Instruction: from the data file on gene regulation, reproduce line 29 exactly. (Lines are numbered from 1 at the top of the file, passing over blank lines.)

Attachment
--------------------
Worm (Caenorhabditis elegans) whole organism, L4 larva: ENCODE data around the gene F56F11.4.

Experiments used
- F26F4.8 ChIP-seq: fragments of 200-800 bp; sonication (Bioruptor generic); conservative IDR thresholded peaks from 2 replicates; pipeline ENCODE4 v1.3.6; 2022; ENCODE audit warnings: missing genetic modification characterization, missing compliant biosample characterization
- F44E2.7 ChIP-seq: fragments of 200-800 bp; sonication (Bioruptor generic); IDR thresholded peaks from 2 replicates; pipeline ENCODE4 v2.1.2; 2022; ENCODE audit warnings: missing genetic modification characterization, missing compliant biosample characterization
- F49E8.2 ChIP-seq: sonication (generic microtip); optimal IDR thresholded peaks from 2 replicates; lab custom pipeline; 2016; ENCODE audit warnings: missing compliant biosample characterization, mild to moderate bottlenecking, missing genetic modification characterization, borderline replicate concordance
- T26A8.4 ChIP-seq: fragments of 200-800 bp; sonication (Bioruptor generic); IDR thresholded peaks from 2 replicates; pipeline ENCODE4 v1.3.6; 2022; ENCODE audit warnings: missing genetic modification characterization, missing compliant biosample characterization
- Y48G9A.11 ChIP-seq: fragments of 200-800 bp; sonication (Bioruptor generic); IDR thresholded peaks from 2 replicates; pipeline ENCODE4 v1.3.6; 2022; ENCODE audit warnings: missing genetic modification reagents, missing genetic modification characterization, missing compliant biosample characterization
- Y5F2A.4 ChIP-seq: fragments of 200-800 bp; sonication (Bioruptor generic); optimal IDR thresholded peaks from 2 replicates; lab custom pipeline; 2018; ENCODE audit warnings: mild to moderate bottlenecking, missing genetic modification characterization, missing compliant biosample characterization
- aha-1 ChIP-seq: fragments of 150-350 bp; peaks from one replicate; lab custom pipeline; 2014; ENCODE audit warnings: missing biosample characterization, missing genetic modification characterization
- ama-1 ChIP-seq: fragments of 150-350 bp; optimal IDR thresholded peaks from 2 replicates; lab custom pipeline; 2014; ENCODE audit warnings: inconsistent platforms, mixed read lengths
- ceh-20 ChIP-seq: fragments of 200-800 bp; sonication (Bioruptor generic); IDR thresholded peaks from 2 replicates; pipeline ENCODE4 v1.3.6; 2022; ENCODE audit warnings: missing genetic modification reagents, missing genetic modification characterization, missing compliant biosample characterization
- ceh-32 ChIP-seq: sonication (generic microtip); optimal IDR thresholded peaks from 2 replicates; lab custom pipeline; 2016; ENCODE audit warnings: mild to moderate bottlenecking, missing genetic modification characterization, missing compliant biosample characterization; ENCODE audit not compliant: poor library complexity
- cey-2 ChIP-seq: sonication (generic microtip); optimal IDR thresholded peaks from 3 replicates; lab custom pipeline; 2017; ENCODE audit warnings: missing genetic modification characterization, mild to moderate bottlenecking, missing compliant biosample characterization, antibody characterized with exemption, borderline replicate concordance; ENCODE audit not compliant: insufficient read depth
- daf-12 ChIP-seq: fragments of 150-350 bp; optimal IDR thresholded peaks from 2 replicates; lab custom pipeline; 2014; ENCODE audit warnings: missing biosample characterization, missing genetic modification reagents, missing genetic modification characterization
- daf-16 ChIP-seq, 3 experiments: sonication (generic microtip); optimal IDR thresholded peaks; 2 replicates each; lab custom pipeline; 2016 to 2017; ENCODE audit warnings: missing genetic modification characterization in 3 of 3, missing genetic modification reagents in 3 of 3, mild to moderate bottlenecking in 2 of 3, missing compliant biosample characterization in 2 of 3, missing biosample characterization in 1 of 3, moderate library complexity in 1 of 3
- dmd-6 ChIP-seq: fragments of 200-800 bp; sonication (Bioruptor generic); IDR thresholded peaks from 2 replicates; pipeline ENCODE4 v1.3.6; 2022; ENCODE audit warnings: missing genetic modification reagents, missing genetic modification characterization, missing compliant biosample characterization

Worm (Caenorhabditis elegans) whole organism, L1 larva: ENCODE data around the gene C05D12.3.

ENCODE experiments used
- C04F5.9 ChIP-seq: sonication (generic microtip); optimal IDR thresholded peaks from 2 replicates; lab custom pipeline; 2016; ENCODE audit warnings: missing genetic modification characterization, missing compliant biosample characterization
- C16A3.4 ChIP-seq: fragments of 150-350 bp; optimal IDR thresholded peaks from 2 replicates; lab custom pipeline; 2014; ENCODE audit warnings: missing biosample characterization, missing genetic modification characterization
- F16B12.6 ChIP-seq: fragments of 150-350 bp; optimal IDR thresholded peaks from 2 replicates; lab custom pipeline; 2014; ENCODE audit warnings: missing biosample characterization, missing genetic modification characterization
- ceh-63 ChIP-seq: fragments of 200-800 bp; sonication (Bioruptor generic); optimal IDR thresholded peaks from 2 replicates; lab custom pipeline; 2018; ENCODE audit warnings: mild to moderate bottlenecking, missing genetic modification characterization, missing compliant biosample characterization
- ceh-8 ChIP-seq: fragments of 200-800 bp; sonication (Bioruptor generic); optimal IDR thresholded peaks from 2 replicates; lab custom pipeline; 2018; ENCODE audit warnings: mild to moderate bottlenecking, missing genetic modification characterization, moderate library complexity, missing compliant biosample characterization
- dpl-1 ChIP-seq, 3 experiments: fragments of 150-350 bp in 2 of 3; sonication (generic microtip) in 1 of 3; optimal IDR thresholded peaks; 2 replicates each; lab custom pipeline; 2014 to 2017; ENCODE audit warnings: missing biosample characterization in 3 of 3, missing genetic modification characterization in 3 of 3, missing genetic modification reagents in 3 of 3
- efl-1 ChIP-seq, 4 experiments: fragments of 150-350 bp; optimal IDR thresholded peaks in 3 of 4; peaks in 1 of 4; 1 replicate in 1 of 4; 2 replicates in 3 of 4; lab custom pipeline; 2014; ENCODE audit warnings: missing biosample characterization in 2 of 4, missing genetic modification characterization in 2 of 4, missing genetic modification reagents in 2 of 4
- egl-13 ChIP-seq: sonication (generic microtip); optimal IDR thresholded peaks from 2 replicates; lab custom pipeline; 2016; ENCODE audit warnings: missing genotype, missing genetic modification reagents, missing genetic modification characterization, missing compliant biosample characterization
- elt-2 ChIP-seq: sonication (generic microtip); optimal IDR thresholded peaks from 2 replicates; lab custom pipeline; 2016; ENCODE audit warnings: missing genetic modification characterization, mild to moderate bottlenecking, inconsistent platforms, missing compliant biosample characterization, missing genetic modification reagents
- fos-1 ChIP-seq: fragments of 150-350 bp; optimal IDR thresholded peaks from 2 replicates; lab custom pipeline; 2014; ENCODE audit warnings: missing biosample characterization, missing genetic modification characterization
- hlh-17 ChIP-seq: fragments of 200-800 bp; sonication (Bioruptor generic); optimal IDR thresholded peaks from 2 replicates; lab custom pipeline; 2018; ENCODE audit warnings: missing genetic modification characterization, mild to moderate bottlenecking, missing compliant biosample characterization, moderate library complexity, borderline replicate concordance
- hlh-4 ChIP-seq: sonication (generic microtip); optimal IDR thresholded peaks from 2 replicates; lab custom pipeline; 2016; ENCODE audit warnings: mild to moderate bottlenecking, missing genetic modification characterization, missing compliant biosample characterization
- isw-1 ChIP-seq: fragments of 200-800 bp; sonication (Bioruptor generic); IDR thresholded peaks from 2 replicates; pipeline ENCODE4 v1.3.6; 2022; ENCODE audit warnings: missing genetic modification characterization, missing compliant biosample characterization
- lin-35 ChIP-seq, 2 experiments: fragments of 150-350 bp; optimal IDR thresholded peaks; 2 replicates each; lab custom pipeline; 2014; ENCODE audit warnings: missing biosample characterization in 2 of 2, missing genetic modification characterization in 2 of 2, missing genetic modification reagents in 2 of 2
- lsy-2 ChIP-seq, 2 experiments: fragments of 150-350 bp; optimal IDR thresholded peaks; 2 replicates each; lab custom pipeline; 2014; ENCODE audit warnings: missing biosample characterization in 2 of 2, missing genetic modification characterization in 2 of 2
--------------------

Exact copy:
- hlh-17 ChIP-seq: fragments of 200-800 bp; sonication (Bioruptor generic); optimal IDR thresholded peaks from 2 replicates; lab custom pipeline; 2018; ENCODE audit warnings: missing genetic modification characterization, mild to moderate bottlenecking, missing compliant biosample characterization, moderate library complexity, borderline replicate concordance